I would not characterize myself as being supportive to only women. If I notice a person striving to excel with drive and energy, I believe it is my duty to mentor them to achieve their maximum potential regardless of gender. With gender set aside, I promote based on performance and ability. I will always look to encourage and inspire the talented women within our company to maximize their career potential. I often share my story of how I started out as a Wedding Coordinator and moved my way up to Vice President and General Manager, in one of our largest operations in 2007. I have developed, promoted and retained some very talented women within our organization and will continue to do so as I feel it is important for a successful operation. For example, two departments within our industry that predominately male are the Kitchen Leaders and Marine. Today two of our five kitchens are being led by female Chefs and we have five female deckhands on the marine crew. Though it has not happened yet, I would love to see a female 1st Captain in our NY Metro operation in the near future.

Cheryl Roberts is an attorney and the Executive Director of The Greenburger Center for Social and Criminal Justice, a nonprofit organization that advocates for reforms to the criminal justice system.

What does International Women's Day mean to you?
For women of my generation, the legal field was and continues to be male-dominated. Being heard and respected, a crucial part of successful advocacy, has been difficult at times. Fortunately, I have had the privilege of working alongside many inspiring women attorneys and non-attorneys in the criminal justice field. To me, International Women's Day is a day to acknowledge not only the unique obstacles women face but also the contributions and successes of all women, particularly those who dedicate their lives to helping people across the globe.

How are you supporting other women?
The Greenburger Center is a nonprofit organization that strives to reduce mass incarceration, end mandatory sentencing, reduce recidivism and provide alternatives to incarceration for justice-involved people suffering from serious mental illness. The policies of mass incarceration have left many women as the sole caretaker and provider of the family. I hope our efforts will help stem mass incarceration so that their children and the fathers of their children will not face a world where they have a better chance of being incarcerated than attending college. In addition, we will support the growing number of women who are incarcerated and suffering from mental illness by establishing an alternative treatment facility in 2016.

On a more personal level, I have raised two daughters who consider themselves feminists. They fiercely believe in the acceptance and equality of all genders and do not accept the limitations that many women of my generation faced. I think my daughters' achievements are in large part a consequence of their feminist worldview.

Marcela Canon is the Marine Biologist at St. Regis Bahia Beach, Puerto Rico where she takes care of the endangered leatherback sea turtles, bird sanctuary, plant nursery and Caribbean manatees on the resort's grounds. She also leads special kayak tours, hikes through El Yunque and nature through the resort's nature center.

What does International Women's Day mean to you?
International Women's Day represents the recognition of amazing women who have opened doors and hearts by leading a path of life, love, and leadership creating equality in rights and opportunities, embracing other women and encouraging them to succeed going forward in the pursue of their dreams, never allowing their gender or the perception of others to stop them.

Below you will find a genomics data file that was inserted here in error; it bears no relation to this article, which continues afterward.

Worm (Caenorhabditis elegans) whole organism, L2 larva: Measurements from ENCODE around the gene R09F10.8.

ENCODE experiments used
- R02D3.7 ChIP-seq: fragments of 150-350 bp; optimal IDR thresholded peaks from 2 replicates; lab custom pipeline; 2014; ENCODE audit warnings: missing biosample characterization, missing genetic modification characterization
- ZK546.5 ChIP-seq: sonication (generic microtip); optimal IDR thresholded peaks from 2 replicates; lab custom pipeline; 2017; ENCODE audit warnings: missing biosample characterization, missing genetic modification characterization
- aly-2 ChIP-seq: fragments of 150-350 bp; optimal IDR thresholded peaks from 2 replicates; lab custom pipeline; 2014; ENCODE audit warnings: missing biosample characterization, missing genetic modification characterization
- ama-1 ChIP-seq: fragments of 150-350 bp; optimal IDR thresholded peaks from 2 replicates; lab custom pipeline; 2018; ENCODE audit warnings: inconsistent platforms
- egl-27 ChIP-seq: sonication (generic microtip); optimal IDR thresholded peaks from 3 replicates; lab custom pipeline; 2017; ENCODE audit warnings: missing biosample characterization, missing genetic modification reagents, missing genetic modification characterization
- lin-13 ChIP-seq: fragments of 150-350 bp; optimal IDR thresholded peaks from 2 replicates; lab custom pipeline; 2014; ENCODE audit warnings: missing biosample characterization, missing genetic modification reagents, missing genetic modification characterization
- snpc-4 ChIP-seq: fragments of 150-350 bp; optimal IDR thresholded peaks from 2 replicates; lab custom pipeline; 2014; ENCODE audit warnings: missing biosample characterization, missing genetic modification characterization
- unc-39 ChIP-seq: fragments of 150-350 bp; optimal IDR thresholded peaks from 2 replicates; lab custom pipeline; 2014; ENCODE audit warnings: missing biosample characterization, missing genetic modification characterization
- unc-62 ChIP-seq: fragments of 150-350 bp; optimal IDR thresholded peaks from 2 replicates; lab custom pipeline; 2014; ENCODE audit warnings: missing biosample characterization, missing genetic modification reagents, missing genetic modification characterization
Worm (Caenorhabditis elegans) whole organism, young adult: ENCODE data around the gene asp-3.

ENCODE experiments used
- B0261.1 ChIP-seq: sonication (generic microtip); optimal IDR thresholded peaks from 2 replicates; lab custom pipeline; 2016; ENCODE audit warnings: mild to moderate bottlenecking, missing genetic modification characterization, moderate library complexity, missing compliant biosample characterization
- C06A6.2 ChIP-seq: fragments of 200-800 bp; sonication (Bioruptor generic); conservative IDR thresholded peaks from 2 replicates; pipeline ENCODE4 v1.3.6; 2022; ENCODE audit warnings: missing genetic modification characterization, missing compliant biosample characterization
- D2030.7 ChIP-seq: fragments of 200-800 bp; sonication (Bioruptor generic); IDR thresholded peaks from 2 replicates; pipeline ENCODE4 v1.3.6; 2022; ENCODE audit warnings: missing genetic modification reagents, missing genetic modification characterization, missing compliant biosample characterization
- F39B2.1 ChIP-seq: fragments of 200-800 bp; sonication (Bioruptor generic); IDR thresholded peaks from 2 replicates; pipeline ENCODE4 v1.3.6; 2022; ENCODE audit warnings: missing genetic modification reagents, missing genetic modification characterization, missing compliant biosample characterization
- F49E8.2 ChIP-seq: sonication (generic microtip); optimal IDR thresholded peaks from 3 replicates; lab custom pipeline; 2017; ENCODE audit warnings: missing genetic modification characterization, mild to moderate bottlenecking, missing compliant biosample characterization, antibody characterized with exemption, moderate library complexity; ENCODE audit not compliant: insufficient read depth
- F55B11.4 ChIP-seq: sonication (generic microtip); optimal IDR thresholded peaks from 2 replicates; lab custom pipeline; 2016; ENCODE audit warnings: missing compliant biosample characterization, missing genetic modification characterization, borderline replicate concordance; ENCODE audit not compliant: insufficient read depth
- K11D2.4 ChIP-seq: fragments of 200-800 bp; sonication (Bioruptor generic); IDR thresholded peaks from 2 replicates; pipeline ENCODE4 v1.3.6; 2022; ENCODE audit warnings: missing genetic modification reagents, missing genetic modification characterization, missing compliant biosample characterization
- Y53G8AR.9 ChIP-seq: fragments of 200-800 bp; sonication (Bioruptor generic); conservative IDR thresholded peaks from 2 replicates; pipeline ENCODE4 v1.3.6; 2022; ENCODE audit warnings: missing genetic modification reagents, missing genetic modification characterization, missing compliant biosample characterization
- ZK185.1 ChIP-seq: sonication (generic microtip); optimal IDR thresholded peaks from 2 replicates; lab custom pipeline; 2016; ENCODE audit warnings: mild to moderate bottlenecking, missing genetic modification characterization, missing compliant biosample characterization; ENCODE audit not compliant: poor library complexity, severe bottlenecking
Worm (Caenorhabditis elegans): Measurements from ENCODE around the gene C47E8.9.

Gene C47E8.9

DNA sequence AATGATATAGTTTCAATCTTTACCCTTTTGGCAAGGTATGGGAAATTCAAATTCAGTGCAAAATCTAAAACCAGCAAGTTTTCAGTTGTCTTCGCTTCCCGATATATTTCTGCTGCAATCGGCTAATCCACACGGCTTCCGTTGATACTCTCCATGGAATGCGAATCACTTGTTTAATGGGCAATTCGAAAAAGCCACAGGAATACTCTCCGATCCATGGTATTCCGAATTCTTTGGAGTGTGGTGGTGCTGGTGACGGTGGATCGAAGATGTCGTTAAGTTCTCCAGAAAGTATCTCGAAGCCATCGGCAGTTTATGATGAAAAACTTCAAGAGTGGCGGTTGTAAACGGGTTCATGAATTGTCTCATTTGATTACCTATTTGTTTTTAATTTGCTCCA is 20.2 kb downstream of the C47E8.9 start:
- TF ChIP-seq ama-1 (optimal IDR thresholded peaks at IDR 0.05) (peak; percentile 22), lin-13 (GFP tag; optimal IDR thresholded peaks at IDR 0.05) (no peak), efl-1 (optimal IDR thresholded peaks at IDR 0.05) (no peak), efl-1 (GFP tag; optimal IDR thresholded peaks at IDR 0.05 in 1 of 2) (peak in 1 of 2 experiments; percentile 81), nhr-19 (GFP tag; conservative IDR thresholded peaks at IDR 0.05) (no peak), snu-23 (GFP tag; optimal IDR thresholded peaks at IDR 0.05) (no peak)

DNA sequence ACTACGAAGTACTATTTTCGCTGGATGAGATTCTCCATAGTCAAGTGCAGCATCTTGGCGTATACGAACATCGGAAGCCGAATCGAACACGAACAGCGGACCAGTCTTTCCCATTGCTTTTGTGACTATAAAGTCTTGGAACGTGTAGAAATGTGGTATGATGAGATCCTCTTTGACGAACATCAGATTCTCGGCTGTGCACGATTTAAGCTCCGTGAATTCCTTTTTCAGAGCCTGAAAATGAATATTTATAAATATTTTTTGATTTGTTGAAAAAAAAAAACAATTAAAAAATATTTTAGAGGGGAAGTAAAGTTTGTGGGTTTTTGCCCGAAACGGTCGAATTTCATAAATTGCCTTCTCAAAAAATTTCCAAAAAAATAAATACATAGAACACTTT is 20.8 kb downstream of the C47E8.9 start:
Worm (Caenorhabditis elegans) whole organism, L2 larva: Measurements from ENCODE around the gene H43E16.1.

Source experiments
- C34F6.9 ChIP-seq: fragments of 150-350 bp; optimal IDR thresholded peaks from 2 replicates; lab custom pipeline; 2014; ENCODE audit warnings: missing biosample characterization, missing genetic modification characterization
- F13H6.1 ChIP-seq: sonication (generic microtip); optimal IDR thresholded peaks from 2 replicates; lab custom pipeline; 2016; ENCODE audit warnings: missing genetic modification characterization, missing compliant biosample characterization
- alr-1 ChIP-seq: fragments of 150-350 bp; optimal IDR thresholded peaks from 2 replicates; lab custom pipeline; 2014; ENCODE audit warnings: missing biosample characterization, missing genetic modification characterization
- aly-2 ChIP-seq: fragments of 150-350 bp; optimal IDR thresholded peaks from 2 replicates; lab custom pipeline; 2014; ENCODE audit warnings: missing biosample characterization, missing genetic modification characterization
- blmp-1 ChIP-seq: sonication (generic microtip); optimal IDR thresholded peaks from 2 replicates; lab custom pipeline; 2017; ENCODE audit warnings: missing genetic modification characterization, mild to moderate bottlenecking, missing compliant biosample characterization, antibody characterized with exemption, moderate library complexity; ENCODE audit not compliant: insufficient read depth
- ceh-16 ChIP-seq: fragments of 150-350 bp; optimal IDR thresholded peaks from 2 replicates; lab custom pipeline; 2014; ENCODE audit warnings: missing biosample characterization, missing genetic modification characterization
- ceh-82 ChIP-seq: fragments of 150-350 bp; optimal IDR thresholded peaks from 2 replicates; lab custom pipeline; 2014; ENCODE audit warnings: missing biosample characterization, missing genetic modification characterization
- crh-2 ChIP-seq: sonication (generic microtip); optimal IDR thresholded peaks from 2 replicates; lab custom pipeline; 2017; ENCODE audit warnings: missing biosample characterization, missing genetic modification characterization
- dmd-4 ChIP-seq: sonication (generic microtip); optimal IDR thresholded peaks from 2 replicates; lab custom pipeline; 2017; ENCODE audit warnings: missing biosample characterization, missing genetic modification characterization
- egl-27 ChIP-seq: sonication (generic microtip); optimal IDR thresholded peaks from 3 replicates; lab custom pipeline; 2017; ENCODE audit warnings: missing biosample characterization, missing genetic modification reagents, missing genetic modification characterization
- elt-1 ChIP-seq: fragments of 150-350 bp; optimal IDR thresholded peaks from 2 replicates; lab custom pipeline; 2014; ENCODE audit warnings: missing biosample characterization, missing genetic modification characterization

This day for me means the success of my beloved mother as a single mom, professional, university professor and great family member/friend and the celebration of her amazing life of self-giving in spite of her struggles. I am fortunate to have had many great women in my life. I love them and appreciate their existence. Women like my mom, my sister, my grandmother, my aunts, my cousins, my mother-in-law, my in-laws, my friends, my professors, women with whom I have worked.

It is the celebration of women as mothers, sisters, wives, friends, professionals, athletes, scientists, as valuable human beings. This is the opportunity to share our accomplishments in all different fields, being proud of our nature as women. It is also an opportunity to appreciate and recognize all those men that have supported women in their big enterprises or everyday chores. Men like my grandfather, my husband, brother, other family members, friends and coworkers.

How are you supporting other women?
I am supporting other women by setting an example, first with my two girls, who are growing to be amazing leaders and loving people, respectful of nature and life, full of dreams, talents and desire to always express their best. I have trained and supported a very professional group of women that have been my staff and provided opportunities for them to grow personally and improve their professional skills. These young women have also supported me and I have learned through their experiences.

As a leader that recognizes the important professional role of women, choosing qualified women to direct important environmental programs and projects in my home country. Through the Soul of Bahia foundation that I lead supporting young artists, some of them girls, also working with a home for mistreated girls to give them a hand and accompany them in their personal and professional growth. In my work where I share my passion for nature and get the commitment of staff, guests, members of the club and the local community understand to protect the environment.

When I meet young girls that want to become scientists or work in the environmental field that look for me to provide advice, I approach it as a biologist but also as a woman, it is the testimony of my life not just my profession that I share with them. To my daughters teaching them that what we take for granted, because it should be, is a life struggle for most women in other areas of the world. To appreciate their opportunities and support others who do not have the same ones.